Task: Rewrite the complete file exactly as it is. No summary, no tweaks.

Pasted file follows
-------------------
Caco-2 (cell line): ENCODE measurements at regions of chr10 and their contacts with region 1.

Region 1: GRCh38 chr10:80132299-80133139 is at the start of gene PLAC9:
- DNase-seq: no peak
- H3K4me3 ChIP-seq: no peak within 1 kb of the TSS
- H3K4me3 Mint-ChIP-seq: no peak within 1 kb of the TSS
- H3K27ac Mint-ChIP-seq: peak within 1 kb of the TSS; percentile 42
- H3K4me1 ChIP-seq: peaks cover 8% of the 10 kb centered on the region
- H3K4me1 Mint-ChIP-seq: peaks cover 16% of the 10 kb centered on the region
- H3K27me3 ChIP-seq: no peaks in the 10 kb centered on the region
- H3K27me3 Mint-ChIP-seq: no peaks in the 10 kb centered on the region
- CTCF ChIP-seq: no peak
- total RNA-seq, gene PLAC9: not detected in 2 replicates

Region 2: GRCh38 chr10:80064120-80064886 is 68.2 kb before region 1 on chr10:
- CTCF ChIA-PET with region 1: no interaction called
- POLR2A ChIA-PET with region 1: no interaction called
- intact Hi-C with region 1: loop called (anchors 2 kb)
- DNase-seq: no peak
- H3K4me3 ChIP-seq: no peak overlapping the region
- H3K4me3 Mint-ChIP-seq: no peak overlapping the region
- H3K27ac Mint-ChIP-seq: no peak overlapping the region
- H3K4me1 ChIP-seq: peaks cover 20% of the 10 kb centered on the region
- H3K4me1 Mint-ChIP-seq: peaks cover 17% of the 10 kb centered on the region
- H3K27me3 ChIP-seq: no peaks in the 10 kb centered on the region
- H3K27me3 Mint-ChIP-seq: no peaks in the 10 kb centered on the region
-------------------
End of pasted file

Caco-2 (cell line): ENCODE measurements at regions of chr10 and their contacts with region 1.

Region 1: GRCh38 chr10:80132299-80133139 is at the start of gene PLAC9:
- DNase-seq: no peak
- H3K4me3 ChIP-seq: no peak within 1 kb of the TSS
- H3K4me3 Mint-ChIP-seq: no peak within 1 kb of the TSS
- H3K27ac Mint-ChIP-seq: peak within 1 kb of the TSS; percentile 42
- H3K4me1 ChIP-seq: peaks cover 8% of the 10 kb centered on the region
- H3K4me1 Mint-ChIP-seq: peaks cover 16% of the 10 kb centered on the region
- H3K27me3 ChIP-seq: no peaks in the 10 kb centered on the region
- H3K27me3 Mint-ChIP-seq: no peaks in the 10 kb centered on the region
- CTCF ChIP-seq: no peak
- total RNA-seq, gene PLAC9: not detected in 2 replicates

Region 2: GRCh38 chr10:80064120-80064886 is 68.2 kb before region 1 on chr10:
- CTCF ChIA-PET with region 1: no interaction called
- POLR2A ChIA-PET with region 1: no interaction called
- intact Hi-C with region 1: loop called (anchors 2 kb)
- DNase-seq: no peak
- H3K4me3 ChIP-seq: no peak overlapping the region
- H3K4me3 Mint-ChIP-seq: no peak overlapping the region
- H3K27ac Mint-ChIP-seq: no peak overlapping the region
- H3K4me1 ChIP-seq: peaks cover 20% of the 10 kb centered on the region
- H3K4me1 Mint-ChIP-seq: peaks cover 17% of the 10 kb centered on the region
- H3K27me3 ChIP-seq: no peaks in the 10 kb centered on the region
- H3K27me3 Mint-ChIP-seq: no peaks in the 10 kb centered on the region